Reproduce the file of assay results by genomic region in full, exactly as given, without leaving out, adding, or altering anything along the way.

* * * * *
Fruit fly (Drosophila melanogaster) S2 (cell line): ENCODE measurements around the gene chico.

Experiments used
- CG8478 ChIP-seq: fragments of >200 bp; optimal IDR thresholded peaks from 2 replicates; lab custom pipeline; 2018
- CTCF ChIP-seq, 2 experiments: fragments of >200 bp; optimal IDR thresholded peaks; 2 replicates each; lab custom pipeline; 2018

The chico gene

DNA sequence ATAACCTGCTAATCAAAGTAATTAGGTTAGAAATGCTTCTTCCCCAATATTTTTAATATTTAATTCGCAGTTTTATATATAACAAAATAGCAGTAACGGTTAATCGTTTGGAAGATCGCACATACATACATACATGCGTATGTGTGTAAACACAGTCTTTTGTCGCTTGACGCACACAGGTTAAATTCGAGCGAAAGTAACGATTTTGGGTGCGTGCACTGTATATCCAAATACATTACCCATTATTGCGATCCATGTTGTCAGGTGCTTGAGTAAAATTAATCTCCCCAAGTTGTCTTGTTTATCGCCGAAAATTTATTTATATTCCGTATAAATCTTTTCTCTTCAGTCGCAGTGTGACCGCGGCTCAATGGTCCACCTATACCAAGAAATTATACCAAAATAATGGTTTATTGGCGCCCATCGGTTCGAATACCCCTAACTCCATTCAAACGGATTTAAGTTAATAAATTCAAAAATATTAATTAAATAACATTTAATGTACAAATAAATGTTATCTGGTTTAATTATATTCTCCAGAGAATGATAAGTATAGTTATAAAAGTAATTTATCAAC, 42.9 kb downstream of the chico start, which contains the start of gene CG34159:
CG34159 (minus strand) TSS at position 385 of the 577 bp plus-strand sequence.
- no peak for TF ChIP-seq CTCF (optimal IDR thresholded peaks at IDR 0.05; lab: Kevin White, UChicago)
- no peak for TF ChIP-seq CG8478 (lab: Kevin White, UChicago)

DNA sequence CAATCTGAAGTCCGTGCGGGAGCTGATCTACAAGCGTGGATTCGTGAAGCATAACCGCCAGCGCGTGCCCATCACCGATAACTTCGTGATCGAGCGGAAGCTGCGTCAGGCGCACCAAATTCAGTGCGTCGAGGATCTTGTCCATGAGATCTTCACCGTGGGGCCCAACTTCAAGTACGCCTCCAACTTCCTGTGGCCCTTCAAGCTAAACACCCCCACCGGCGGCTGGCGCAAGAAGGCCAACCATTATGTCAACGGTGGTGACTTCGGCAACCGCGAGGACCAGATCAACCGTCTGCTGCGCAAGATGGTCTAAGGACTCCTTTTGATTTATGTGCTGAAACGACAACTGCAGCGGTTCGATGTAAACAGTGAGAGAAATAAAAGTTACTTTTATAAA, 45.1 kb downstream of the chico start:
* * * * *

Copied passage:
Fruit fly (Drosophila melanogaster) S2 (cell line): ENCODE measurements around the gene chico.

Experiments used
- CG8478 ChIP-seq: fragments of >200 bp; optimal IDR thresholded peaks from 2 replicates; lab custom pipeline; 2018
- CTCF ChIP-seq, 2 experiments: fragments of >200 bp; optimal IDR thresholded peaks; 2 replicates each; lab custom pipeline; 2018

The chico gene

DNA sequence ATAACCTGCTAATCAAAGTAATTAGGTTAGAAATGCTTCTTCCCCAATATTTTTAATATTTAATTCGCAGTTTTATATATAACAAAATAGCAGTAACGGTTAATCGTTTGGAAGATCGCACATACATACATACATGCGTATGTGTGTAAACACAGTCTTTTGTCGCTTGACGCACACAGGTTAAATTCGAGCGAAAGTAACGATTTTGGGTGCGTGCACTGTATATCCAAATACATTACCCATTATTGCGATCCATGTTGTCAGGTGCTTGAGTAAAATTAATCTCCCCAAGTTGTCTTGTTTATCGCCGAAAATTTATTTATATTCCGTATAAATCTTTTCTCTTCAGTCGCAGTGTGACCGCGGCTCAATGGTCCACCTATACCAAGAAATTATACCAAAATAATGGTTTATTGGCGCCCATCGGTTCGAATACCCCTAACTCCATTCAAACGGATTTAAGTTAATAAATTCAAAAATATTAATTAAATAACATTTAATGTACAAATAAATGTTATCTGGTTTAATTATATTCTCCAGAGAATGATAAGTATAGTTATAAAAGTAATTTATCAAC, 42.9 kb downstream of the chico start, which contains the start of gene CG34159:
CG34159 (minus strand) TSS at position 385 of the 577 bp plus-strand sequence.
- no peak for TF ChIP-seq CTCF (optimal IDR thresholded peaks at IDR 0.05; lab: Kevin White, UChicago)
- no peak for TF ChIP-seq CG8478 (lab: Kevin White, UChicago)

DNA sequence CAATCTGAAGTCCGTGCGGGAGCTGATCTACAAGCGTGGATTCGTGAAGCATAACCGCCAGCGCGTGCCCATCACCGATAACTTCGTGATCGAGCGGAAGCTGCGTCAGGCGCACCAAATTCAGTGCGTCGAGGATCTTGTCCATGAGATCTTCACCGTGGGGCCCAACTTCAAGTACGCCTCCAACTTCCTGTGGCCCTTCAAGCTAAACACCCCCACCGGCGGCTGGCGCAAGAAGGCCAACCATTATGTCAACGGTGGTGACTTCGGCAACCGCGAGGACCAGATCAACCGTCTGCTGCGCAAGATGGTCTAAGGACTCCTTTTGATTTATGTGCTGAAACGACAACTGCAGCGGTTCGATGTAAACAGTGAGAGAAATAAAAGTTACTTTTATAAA, 45.1 kb downstream of the chico start: